The main challenge is to keep the water sufficiently pure and keep gas bubbles from forming on the electrodes. Since water is the "universal solvent", it easily becomes contaminated by impurities (dust and ions leaching from the container that increase its conductivity). These impurities must be continually removed since their presence always degrades the water's performance as a high voltage dielectric.

For short pulses, J. C. Martin developed an empirical breakdown scaling relation for water and mineral oil under a uniform E-field over a range of voltages, pulse times, and electrode area based upon his work at Sandia. The relationship is as follows:

F = k*(t^(-1/3))*(A^(-1/10))

F = the peak breakdown field (in megavolts/cm)
t = duration of applied voltage (in microseconds)
A = area (in square cm)
k = 0.3 for water (positive streamers – the normal case)
k = 0.6 for water (a special case where field enhancement is purposely adjusted to cause streamers to form preferentially from the negative electrode instead of the positive electrode)

For example, solving for the positive streamer breakdown field (F) for 1 square cm electrodes in water, stressed by a 1 microsecond pulse in water, we get F = 300 kV/cm. If we used a 100 nsec pulse, this would be expected to increases to 646 kV/cm, and almost 1.4 million volts for a 10 nsec pulse. Breakdown behavior changes with longer (>10 microsecond) pulses, since ionic conduction may begin to alter the E-field distribution within the gap. Considerably more detail can be found in "High Power Switching" by Ihor M. Vitkovitsky, ISBN 0442290675 and “Introduction to High Power Pulse Technology” by S. T. Pai and Qi Zhang, ISBN 9810217145.

Breakdown within water begins as streamers that initiate from points of field enhancements (bubbles, small projections, or particles on the electrodes). As noted above, streamers will form and propagate more easily from the positive electrode in a uniform field. I am not aware of explicit data relating breakdown strength to water temperature. However, increasing the water’s temperature will reduce the water's density and increase ion mobility – these factors may tend to decrease the dielectric strength. Increasing the applied pressure will significantly increase the breakdown voltage, possibly because it makes initial bubble formation (which seems to be necessary for slow streamer formation) more difficult.
Title: Re: What is WATER?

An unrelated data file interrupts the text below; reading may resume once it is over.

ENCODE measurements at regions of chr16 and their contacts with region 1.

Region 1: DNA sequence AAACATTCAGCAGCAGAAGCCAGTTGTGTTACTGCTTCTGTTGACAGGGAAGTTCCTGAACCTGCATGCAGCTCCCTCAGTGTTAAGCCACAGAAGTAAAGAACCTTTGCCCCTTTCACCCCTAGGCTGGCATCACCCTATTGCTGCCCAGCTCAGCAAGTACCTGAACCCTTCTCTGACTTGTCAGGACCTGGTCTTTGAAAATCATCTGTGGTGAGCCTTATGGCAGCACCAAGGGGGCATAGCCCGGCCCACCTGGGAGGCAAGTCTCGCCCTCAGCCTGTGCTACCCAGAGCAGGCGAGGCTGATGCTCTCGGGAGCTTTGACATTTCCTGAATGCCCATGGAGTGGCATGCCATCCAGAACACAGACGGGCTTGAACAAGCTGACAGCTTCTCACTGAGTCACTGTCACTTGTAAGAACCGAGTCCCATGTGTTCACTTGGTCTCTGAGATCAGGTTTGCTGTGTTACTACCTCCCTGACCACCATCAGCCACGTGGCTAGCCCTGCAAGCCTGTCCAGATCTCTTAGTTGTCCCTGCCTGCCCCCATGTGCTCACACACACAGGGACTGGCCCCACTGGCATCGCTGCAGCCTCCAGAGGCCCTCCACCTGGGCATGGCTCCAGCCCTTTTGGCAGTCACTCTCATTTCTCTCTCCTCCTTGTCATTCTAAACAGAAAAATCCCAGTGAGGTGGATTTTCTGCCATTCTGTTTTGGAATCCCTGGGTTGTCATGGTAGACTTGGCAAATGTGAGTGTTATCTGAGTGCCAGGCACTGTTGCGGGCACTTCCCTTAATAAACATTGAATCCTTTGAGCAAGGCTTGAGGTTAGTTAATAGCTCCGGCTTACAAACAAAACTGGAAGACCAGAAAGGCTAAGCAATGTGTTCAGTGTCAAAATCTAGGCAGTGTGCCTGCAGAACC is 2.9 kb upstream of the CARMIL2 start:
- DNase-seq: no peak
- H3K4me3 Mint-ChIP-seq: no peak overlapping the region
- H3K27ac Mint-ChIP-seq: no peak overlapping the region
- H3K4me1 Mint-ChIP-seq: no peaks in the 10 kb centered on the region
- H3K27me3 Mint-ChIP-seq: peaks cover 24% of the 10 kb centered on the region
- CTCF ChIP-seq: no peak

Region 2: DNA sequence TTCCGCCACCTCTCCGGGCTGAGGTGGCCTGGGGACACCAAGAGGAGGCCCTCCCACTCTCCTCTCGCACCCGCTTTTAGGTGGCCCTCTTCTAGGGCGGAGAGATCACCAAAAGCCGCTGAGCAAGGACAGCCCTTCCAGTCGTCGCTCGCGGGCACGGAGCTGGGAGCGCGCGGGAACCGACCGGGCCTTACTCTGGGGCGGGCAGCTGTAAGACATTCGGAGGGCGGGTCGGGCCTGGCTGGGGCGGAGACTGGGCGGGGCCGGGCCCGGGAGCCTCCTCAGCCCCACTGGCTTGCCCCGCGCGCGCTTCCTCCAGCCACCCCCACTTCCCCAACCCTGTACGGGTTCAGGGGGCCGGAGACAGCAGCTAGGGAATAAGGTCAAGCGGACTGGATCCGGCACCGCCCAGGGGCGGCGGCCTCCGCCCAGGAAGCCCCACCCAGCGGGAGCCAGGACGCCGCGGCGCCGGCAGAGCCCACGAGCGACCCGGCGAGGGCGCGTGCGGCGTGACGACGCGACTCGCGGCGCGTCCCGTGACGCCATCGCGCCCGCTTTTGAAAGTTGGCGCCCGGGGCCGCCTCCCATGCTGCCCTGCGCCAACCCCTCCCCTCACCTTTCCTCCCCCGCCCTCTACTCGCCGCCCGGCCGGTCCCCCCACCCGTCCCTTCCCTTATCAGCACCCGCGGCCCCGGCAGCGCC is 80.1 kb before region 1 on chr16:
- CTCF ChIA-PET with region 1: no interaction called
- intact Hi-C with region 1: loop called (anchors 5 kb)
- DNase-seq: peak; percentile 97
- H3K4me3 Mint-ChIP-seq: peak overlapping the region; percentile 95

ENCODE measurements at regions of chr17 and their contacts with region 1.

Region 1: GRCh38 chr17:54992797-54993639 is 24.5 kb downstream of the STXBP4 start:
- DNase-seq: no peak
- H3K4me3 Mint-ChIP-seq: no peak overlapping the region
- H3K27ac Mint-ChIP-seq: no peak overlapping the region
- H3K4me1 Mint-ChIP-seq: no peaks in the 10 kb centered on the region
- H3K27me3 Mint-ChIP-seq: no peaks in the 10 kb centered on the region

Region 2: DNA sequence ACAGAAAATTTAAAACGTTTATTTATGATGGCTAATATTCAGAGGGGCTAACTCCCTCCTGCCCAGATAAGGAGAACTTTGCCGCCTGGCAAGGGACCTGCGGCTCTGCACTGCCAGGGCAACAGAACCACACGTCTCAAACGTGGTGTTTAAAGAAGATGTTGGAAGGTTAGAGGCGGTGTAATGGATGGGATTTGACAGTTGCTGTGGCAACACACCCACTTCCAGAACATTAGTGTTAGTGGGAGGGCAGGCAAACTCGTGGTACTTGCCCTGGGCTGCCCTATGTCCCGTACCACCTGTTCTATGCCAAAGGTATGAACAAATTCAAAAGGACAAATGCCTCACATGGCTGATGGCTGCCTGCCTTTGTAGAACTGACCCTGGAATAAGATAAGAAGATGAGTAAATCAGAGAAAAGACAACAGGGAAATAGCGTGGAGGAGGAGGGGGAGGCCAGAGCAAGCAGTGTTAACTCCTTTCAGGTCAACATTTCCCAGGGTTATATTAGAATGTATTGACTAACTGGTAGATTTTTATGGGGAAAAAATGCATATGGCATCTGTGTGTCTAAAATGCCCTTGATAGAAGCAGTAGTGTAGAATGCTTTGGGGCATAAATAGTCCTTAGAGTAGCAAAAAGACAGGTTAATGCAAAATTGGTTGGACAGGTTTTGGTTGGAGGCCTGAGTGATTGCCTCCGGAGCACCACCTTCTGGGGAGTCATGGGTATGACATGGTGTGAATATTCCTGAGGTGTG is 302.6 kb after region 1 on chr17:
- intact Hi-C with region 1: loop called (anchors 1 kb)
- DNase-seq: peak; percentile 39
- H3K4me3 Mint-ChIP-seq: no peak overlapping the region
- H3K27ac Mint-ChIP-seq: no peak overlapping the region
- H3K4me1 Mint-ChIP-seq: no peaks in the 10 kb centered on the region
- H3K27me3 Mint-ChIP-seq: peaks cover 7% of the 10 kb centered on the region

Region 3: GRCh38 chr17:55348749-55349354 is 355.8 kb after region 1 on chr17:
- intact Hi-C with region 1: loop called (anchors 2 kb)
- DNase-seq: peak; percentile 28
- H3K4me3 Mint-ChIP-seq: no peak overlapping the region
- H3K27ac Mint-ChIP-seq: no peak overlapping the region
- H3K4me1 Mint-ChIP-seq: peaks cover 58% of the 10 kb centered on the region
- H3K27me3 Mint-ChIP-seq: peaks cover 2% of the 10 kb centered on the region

Post by: Login to see usernames on September 24, 2008, 11:00:08 am
The second link is already gone!

I hope you saved the web page.

Title: Re: What is WATER?
Post by: Login to see usernames on September 24, 2008, 12:35:48 pm
I do not have that webpage.
Is it not somewere on their website?

Title: Re: What is WATER?
Post by: Login to see usernames on September 24, 2008, 14:08:22 pm
I do not have that webpage.
Is it not somewere on their website?


Nope.  I don't know if they just done some website updating, or...

I looked all over their website.  I could have missed it.  There are some pdf  files but I didn't have enough time to look through all of them before I had to come to work.

Title: Re: What is WATER?
Post by: Login to see usernames on September 28, 2008, 09:46:48 am

More info found on the net. This came from Rufus.

Water has low energy (enthalpy),
water  vapour has higher energy,
hydrogen gas has a higher energy (similarly oxygen gas),
individual hydrogen atoms have a higher energy (similarly oxygen), 
ions have highest energy

Ions are the atoms with different electron counts.
So potential energy from the valence bonds are dependant on the state of ionization, not just the presence of.

At dissociation, we have monatomic hydrogen and oxygen. It is immediately afterwards that autorecombination begins, with the simpler compounds leading the fray.. diatomic hydrogen and oxygen. (H2, O2) It's a question of demand, and why it's easier to make triox and trihydrogen is a bother.

Ionization of the gases occures in de cell as a function of the process.  Further ionization is done in later stages - the gas gun, and the "electron filter" (forgot his cutsey name for it) The purpose of that later ionizing serves multiple points... a, preventing autorecombination . If you have for instance, a net - H1 ion, you have a single proton, and two electrons with no room for others at that point. the more you prevent e2 from going rouge, the longer we have H1 in a closed shop. The second function is to up the conductivity and kinetic potential for the burn.

When the ionized H and O atomic gas combusts, they are trying to get to the lowest possible energy state. As they combust the difference between the starting energy state and the lowest possible energy state is captured and utilized for practical purposes.